The Australian National Audit Office (ANAO) has urged public sector agencies to be more rigorous in their monitoring and performance measurement efforts for outsourced service delivery.
Reflecting on a range of recent audit reports examining service delivery in an outsourced environment, the ANAO says a number have highlighted failings in the area.
A number of recent audit reports have been critical of agency monitoring and performance measurement efforts
"In particular, it is important to monitor a service provider's performance over time and the contribution to broader agency objectives and government outcomes," the latest edition of the ANAO's monthly newsletter, AUDITFocus, says.
ANAO notes Australian governments at both the commonwealth and state levels have been focusing on achieving a better performing public sector and building a more responsive public service that can deliver less costly and higher quality services to Australians.
But it urges agencies to ensure published performance information providing a top level strategic overview of an agency's performance for external accountability needs is backed by more detailed internal management information on the performance of outsourced services. Such internal measures are essential to allow agencies to diagnose trends against targets or activity levels and identify areas for improvement.
"Performance information about outsourced service delivery is most effective where it links the contribution of the outsourced service to the outputs and outcomes of the agency. The reporting in an entity's Annual Report of performance trends against easy to understand and clearly defined indicators can help Parliament and the public assess how well public money is being spent and what is being achieved," it says.
A number of recent audit reports have been critical of agency monitoring and performance measurement efforts. For example a recent report on Administration of the Community Aged Care Packages Program found the Department of Health and Ageing's (DoHA's) effectiveness in monitoring the performance of the program had failed to keep pace with the program's rising importance in terms of claims on Australian government funding and the weight it is now carrying in service provision for ageing Australians.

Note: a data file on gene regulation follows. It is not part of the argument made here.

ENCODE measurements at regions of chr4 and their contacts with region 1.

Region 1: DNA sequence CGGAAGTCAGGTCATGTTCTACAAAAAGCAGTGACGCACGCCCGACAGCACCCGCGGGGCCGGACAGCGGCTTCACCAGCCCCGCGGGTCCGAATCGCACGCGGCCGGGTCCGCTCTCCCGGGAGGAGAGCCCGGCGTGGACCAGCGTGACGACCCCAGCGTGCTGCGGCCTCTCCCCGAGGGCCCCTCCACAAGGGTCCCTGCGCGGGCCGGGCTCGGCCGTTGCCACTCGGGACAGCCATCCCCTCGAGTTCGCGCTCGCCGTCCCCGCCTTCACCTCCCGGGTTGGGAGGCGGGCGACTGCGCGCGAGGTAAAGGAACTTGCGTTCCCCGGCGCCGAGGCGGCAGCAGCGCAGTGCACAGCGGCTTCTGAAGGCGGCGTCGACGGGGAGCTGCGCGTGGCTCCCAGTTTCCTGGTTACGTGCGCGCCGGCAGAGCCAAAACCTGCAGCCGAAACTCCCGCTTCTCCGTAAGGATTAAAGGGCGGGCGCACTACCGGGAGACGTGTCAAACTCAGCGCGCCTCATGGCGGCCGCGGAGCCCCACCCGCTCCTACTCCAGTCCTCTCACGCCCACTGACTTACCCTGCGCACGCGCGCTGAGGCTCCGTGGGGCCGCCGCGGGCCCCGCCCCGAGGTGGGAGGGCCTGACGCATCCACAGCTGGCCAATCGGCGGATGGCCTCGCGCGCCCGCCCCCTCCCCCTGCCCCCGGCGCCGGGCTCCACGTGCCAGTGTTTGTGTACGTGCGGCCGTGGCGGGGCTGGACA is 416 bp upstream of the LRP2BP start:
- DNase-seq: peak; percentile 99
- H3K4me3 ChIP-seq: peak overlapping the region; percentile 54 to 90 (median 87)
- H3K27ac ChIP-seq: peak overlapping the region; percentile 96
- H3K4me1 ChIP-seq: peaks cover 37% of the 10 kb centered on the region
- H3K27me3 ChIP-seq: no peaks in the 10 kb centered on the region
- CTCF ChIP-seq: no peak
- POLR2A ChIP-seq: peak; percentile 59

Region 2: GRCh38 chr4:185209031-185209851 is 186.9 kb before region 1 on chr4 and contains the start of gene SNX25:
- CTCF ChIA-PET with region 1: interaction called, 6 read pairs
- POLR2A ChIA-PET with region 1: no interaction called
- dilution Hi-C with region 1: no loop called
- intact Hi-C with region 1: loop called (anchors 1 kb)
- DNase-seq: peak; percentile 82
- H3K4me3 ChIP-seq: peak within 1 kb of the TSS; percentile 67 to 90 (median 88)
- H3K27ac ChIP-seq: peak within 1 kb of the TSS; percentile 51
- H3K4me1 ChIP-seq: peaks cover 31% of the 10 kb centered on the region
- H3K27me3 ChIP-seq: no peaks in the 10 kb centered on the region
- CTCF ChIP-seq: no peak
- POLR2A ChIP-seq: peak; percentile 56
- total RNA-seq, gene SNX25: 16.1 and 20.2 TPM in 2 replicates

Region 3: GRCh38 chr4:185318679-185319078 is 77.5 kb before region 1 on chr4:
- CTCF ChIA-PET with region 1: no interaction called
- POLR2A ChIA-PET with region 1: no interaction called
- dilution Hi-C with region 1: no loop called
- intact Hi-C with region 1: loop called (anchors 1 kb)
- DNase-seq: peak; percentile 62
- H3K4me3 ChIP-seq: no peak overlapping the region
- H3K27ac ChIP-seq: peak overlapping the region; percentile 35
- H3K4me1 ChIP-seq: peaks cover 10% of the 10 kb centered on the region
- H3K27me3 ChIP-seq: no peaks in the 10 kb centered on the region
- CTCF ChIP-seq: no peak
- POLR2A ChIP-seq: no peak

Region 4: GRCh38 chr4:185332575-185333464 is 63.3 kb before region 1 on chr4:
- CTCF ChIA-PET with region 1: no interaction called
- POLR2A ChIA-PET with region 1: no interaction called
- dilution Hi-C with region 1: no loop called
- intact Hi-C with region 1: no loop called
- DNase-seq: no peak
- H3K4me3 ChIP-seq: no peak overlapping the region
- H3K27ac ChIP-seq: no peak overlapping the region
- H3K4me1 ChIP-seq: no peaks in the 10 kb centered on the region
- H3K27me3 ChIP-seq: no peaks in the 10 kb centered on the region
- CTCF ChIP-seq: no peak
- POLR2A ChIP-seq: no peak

"While the Australian government, with DoHA advice, is participating in intergovernmental efforts to review and reform community care and has introduced a major review of its own community aged care programs, DoHA has not given priority to the introduction of effective and comprehensive information and reporting systems to ensure that the objects of the legislation are being met by the operation of the program," the report says.
"This has meant that, while issues of duplication, overlap, and lack of coordination with other community care services are being addressed, some key questions about program outcomes and the results of activities of service providers are difficult for DoHA to answer at present."
Another report into the administration of the Department of Employment and Workplace Relations' (DEWR's) Job Seeker Account found while the department's overall approach to its administration was sound, it needed to do a better job of identifying risks; place greater reliance on existing controls around the processes and procedures undertaken by Job Network Members that take effect prior to reimbursement of JSKA claims; and implement and report on DEWR's evaluation strategy.
"The greater use of outsourced services brings with it new challenges, including the required commercial, negotiating and project management skills to ensure:
- the achievement of government outcomes and improved performance
- a balancing of the benefits afforded by commercialization with the need to retain appropriate internal experience and supervisory skills, and
- conformance with legal and procedural requirements (including, where appropriate, security obligations)," ANAO says.
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